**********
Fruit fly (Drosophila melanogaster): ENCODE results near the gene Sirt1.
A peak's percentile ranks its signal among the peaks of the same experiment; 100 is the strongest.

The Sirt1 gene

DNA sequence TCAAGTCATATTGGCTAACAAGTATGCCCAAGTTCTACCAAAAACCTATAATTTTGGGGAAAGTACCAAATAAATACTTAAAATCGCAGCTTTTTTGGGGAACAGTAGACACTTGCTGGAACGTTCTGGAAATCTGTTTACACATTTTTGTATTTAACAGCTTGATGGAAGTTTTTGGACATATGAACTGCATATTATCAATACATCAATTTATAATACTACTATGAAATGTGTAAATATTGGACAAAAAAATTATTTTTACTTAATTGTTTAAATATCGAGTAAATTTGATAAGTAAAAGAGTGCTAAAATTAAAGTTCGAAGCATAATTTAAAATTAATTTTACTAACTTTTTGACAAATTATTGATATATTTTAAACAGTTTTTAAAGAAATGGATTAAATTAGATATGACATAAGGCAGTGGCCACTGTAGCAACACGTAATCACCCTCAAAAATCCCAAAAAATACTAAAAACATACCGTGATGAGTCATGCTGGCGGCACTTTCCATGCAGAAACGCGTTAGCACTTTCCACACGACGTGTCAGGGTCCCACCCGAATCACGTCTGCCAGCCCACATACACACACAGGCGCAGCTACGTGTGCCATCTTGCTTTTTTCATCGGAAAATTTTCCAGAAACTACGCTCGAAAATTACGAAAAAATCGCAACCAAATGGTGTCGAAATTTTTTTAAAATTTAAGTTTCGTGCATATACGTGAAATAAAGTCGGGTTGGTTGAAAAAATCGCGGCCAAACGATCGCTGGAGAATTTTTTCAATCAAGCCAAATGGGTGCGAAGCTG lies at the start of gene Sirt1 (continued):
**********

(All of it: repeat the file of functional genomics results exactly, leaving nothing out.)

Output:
Fruit fly (Drosophila melanogaster): ENCODE results near the gene Sirt1.
A peak's percentile ranks its signal among the peaks of the same experiment; 100 is the strongest.

The Sirt1 gene

DNA sequence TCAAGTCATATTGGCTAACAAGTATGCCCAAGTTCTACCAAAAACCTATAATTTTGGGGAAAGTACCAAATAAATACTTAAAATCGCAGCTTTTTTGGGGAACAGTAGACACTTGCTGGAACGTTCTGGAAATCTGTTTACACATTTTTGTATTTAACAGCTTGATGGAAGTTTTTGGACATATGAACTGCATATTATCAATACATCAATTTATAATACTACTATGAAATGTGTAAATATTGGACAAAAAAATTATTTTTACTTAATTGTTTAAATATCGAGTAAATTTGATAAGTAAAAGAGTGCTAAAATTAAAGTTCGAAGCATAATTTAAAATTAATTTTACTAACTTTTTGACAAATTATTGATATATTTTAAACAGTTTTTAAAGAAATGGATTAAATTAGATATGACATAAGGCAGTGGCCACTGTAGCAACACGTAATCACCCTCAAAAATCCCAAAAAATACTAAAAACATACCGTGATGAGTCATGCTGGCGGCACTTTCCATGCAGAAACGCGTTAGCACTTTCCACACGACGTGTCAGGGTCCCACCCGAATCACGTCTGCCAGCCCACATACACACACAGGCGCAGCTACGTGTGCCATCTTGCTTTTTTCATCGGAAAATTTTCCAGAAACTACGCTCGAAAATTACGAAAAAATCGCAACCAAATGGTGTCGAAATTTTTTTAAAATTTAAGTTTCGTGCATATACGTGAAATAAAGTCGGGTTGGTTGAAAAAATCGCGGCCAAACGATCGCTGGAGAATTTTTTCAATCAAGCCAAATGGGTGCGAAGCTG lies at the start of gene Sirt1 (continued):